This theft accusation dates back at least to 1959, when the first color-film version of Conan Doyle’s classic 1902 novel, The Hound of the Baskervilles, was released, starring Peter Cushing as the brilliant but bothered Holmes. By way of promoting its movie (which was intended as the initial installment in a series), the UK-based Hammer Films studio spread the story of an 88-year-old former coachman who’d once been employed by a British journalist and editor named Bertram Fletcher Robinson, the man acknowledged to have provided the inspiration for Hound--but whom the coachman claimed was also the novel’s co-author. Robinson’s association with Hound is familiar to Conan Doyle enthusiasts. As Martin Booth explains in his 1997 Conan Doyle biography, The Doctor and the Detective, Holmes’ creator originally encountered the journalist in 1900, during a visit to South Africa. The two met up again in March 1901, for a four-day golfing holiday in Norfolk, during which Robinson--then on the payroll of the Daily Express newspaper, but later to become the editor of Vanity Fair--regaled Conan Doyle with folk yarns from his native Devon, in southwestern England, “mentioning the legends of spectral hounds that were said to roam Dartmoor.” Booth continues:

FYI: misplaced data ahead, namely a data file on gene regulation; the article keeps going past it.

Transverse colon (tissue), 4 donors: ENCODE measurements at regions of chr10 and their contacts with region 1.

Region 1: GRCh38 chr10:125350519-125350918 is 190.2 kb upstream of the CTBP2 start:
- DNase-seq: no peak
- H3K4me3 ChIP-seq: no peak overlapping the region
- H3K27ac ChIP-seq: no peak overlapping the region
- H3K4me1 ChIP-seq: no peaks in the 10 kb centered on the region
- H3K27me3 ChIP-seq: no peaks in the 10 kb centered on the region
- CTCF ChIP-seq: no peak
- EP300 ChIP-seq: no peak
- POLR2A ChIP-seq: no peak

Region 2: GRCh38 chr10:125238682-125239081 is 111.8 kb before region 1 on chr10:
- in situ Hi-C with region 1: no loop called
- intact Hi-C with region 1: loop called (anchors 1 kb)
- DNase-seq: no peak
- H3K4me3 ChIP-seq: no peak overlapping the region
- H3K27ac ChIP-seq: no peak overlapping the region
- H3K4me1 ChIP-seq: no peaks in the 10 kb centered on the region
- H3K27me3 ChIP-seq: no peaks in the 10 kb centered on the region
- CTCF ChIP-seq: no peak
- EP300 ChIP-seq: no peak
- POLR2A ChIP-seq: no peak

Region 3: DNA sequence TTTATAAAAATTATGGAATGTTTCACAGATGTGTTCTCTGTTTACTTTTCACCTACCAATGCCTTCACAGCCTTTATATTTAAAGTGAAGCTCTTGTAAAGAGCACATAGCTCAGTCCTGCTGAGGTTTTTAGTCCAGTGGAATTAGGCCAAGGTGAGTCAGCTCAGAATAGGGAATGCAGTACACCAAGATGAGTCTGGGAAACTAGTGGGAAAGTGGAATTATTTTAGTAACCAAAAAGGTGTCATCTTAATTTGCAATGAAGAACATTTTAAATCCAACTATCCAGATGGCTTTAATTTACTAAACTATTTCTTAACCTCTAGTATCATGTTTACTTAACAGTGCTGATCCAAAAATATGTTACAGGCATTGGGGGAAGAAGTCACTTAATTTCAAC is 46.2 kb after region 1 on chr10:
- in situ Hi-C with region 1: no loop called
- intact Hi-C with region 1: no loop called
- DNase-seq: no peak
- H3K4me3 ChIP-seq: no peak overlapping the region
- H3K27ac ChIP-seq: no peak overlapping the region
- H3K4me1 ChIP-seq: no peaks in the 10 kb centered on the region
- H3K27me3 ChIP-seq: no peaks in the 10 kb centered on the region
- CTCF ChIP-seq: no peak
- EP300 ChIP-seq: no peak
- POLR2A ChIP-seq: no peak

These stories caught Conan Doyle’s imagination. He knew of the wildness of Dartmoor ... and thought it worthwhile setting a horror story there. He wrote from Cromer to his mother to tell her he was going to collaborate with Robinson on ‘a real creeper’ which, at first, was not intended to be a Sherlock Holmes story.The novelist subsequently visited Dartmoor, in company with Robinson, to get first-hand impressions of the place, which was renowned for its moors, mires, mansions, and prison. “With such stimuli,” Booth recalls, “the story quickly took form. Conan Doyle considered inventing a new hero for it, then realised he had one. It was Sherlock Holmes. Within a few days was born one of the most famous stories in English literature, The Hound of the Baskervilles.” Rather inconveniently, however, Conan Doyle--who’d thought his talents wasted on the best-selling Holmes “police romances”--had previously killed off his eccentric protagonist, at Switzerland’s Reichenbach Falls, in “The Adventure of the Final Problem” (1893). But he overcame that difficulty by setting his haunting new adventure about a malevolent canine at a time prior to the sleuth’s supposed demise.